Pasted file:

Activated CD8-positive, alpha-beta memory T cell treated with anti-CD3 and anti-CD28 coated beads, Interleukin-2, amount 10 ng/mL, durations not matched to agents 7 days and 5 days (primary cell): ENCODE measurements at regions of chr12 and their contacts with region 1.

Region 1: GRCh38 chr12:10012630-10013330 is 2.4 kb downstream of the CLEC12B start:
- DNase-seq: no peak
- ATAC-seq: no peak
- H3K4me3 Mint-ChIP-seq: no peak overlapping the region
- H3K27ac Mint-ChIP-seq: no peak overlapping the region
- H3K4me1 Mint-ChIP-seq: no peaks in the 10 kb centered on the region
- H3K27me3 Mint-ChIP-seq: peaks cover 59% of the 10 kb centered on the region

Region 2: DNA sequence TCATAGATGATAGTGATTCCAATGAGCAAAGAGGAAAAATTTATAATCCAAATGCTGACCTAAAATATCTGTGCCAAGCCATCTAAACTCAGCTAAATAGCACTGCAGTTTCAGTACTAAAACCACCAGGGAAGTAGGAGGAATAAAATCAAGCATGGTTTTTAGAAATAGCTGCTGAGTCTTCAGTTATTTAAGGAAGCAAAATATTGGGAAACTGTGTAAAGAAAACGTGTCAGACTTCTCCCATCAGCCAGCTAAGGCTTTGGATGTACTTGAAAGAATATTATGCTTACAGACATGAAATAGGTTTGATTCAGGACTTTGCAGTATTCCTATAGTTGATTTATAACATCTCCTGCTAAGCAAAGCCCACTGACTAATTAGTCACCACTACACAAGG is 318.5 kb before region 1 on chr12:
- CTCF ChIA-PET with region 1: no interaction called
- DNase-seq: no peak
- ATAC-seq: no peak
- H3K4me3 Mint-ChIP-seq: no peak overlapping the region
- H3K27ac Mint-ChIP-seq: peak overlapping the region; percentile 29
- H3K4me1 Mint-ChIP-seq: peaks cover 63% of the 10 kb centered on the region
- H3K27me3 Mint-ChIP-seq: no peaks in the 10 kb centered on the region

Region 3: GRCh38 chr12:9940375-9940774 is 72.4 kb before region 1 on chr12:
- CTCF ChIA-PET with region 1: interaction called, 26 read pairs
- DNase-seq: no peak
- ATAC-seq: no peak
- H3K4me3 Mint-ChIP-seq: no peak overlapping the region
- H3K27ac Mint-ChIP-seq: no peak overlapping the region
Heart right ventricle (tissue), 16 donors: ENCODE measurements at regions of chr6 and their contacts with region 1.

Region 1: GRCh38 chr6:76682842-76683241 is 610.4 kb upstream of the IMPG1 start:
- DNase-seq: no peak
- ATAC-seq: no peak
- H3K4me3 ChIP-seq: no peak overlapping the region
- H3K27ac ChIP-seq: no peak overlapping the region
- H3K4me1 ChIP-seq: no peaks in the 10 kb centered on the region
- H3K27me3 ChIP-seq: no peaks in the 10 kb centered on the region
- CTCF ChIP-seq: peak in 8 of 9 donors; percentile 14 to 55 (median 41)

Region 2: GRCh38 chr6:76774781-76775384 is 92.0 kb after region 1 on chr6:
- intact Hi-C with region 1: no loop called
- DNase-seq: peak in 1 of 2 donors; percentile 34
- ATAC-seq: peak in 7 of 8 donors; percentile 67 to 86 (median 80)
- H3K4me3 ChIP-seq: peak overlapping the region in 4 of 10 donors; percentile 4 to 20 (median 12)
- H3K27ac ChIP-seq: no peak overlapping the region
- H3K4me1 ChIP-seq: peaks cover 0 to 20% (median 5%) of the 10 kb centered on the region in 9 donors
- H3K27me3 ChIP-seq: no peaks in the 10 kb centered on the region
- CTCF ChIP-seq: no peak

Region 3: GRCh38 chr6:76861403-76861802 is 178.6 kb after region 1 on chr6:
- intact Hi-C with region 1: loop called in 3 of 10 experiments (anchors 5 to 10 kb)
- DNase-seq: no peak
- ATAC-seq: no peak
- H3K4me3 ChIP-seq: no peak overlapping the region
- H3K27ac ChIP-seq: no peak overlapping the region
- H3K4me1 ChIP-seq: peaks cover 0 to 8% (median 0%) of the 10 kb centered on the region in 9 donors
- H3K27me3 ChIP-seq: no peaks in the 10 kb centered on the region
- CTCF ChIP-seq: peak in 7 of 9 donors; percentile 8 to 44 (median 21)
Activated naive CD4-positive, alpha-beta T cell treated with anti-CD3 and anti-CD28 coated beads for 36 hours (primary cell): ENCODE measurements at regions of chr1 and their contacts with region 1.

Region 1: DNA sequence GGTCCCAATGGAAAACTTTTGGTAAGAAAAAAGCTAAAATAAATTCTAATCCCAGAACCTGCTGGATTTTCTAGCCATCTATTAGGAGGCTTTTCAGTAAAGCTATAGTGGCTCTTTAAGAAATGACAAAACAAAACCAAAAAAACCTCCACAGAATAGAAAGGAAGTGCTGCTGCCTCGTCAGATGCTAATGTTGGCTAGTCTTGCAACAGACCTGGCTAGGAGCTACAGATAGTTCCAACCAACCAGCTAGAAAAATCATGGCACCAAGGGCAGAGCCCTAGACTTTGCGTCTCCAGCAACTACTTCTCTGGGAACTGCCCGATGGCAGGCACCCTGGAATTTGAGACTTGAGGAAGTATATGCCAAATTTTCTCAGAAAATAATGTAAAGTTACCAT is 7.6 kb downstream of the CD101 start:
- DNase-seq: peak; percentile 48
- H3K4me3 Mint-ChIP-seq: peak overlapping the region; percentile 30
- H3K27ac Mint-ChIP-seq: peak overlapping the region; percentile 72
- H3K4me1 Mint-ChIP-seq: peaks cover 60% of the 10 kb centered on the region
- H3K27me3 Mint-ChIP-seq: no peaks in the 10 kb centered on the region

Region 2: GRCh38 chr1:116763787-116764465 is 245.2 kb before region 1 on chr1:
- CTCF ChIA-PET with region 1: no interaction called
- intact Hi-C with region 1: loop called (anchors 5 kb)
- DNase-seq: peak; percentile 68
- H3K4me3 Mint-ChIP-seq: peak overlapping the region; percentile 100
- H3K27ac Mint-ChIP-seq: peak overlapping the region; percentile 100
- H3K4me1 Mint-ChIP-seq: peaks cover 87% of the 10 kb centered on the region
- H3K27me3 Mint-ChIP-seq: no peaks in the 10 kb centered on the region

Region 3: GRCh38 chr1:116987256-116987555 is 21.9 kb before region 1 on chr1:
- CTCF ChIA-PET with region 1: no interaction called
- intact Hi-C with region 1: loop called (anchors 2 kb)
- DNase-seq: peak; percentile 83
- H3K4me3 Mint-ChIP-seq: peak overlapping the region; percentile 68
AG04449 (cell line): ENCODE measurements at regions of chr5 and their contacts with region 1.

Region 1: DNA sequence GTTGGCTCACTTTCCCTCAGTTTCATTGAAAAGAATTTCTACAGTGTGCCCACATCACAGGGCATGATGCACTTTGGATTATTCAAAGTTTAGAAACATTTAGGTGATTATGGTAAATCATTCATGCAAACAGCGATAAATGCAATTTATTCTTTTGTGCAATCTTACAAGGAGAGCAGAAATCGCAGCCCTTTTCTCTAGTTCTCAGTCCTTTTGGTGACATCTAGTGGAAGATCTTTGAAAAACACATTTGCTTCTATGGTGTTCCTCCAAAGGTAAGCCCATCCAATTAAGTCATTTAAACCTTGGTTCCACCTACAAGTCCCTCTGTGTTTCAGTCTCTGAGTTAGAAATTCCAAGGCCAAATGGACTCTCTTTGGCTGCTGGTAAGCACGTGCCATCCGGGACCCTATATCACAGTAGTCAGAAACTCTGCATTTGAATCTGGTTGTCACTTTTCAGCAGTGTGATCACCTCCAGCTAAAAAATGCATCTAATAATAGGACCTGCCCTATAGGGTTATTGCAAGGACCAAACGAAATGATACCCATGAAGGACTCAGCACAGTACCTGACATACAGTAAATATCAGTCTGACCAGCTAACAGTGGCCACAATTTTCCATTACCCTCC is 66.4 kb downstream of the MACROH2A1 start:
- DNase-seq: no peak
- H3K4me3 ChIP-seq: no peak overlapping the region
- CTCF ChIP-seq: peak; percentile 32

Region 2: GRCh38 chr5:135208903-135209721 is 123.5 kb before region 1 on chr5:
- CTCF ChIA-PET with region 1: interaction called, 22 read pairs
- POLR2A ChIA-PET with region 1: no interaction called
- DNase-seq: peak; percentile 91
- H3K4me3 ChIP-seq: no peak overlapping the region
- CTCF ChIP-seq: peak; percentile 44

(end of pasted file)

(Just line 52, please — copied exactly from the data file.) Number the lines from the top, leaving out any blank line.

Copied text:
- DNase-seq: peak; percentile 48